Sunday, April 01, 2007

Why It Matters So Much When It's Women Who Write History

Posted by olvlzl.
How should a single, short passage of compelling significance be used by history? The column by Christopher Shea in today’s Globe about historian Wendy Anne Warren’s fleshing out of a rare mention of the actual experience of a slave held in New England is certainly compelling and important. A short, obscure passage dealing with the rape of an unnamed slave by another slave on orders of their owner “desirous to have a breed of Negroes,” is certainly significant, having an account of the woman’s enraged protest is even rarer. Warren says that “Her individual resistance touches me”. Warren’s determination to look farther into what is laudable. She apparently was careful to make clear what she was reporting from the historical record and what was the product of her speculation, would that all historians did. Any criticism of her methods should address how these windows into an important past should be used in stead of ignored.

Howard Zinn has pointed out that Samuel Eliot Morison knew and gave short mention to the undeniable fact that Columbus was a mass murderer, even using the phrase “complete genocide” to describe what he set into motion. Then Morison ignored what has to be seen as one of the most significant themes of the life of Columbus. Zinn’s says:

- he mentions the truth quickly and goes on to other things more important to him. Outright lying or omission takes the risk of discovery which, when made, might arouse the reader to rebel against the writer. To state the facts, however, and then to bury them in a mass of other information is to say to the reader with a certain infectious calm, yes, mass murder took place but it’s not that important it should weigh very little in our judgement, it should affect very little what we do in the world [ A People’s History of the United States].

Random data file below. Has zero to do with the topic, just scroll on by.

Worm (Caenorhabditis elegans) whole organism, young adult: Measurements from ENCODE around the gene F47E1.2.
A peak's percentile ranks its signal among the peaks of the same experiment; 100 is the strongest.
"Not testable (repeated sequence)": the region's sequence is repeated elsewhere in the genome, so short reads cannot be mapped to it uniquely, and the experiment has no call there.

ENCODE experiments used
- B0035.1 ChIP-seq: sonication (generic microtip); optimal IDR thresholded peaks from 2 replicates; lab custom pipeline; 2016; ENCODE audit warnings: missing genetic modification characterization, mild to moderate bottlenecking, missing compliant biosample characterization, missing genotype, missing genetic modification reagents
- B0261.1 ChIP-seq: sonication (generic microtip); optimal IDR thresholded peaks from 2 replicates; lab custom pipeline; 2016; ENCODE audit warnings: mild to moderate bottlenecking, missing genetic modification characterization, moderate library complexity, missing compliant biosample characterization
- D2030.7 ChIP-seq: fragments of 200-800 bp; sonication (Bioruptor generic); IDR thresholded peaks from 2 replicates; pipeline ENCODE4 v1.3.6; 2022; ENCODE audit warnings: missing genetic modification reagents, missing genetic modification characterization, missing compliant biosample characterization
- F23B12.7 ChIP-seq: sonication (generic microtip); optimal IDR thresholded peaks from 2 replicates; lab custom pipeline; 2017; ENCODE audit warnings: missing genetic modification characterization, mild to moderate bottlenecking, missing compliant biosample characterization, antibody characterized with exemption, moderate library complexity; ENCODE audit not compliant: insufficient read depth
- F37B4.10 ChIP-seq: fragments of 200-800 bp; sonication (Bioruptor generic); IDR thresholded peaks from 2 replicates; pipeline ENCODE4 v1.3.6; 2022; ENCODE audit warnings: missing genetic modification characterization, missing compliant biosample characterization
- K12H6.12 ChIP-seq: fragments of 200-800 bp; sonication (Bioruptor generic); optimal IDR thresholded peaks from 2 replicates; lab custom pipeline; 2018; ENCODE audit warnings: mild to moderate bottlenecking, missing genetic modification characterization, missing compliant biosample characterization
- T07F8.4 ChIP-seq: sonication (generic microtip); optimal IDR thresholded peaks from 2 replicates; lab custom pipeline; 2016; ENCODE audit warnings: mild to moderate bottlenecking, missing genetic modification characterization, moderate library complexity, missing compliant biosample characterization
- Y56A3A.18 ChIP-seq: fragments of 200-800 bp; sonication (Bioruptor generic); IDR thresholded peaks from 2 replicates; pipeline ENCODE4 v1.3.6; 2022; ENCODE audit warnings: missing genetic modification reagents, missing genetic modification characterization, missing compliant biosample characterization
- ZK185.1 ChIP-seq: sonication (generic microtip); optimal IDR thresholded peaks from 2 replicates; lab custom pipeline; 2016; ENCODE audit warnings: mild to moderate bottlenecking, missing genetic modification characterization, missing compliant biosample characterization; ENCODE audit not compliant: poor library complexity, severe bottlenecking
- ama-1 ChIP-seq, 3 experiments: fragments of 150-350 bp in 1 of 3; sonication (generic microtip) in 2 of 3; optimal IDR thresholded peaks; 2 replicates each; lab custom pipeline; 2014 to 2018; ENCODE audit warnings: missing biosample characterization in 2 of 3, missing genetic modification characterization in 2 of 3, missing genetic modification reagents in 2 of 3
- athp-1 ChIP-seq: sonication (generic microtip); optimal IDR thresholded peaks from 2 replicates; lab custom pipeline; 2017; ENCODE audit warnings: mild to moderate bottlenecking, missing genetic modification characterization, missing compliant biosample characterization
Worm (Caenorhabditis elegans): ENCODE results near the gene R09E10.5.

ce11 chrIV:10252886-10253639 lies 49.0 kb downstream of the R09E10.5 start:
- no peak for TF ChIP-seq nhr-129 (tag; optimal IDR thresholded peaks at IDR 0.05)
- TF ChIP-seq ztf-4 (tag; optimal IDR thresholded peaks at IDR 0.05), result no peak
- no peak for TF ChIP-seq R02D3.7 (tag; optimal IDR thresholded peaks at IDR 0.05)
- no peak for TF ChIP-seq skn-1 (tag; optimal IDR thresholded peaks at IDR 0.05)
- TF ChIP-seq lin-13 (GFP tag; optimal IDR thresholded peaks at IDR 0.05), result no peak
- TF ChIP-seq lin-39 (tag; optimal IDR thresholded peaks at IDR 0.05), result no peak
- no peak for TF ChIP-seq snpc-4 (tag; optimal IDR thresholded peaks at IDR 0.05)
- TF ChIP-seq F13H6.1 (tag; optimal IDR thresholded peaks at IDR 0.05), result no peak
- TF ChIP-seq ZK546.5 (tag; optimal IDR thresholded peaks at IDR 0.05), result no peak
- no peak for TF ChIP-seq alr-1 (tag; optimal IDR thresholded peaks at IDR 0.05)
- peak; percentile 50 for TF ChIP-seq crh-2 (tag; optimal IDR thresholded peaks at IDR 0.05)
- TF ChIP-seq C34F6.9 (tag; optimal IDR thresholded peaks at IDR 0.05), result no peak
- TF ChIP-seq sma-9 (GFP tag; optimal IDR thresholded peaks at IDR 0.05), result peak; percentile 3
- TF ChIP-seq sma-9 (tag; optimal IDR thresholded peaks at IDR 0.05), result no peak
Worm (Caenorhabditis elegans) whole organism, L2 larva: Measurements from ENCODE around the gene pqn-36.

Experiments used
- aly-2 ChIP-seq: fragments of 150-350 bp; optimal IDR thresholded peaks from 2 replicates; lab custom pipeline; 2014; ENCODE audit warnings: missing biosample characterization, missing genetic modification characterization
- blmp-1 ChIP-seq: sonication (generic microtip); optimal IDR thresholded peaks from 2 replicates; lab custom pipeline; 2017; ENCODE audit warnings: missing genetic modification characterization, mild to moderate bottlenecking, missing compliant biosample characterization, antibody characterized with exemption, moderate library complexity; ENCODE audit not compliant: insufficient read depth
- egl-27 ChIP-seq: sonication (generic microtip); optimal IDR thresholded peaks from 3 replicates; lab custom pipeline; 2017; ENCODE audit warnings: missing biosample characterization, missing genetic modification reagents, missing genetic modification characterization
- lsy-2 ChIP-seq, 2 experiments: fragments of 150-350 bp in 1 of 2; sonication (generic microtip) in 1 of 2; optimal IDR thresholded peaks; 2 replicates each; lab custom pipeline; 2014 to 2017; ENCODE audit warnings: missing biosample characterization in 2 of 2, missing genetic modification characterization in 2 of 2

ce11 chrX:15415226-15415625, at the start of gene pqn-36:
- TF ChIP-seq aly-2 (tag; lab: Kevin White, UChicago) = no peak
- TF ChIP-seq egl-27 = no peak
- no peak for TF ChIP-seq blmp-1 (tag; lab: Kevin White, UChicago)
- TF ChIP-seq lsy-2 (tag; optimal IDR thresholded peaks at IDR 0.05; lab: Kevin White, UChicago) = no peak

You have to wonder how many male historians and scholars might have read that tiny description of the distress of the woman raped on the orders of her master who wanted to breed a family of slaves from her and skipped it to go on to other things more important to him. The book was published in 1674 and would be an important resource for the scholars of the massively researched history of Massachusetts. Massachusetts being the home of one of the largest concentrations of professional and avocational historians in the world it almost certainly had to have been read before. Since so much of the history of women and especially of women held as slaves is contained in the small passages so easily skipped, it’s essential to find ways to deal with the record, to tell those truths. They have to weigh in our judgment and should affect what we do in the world.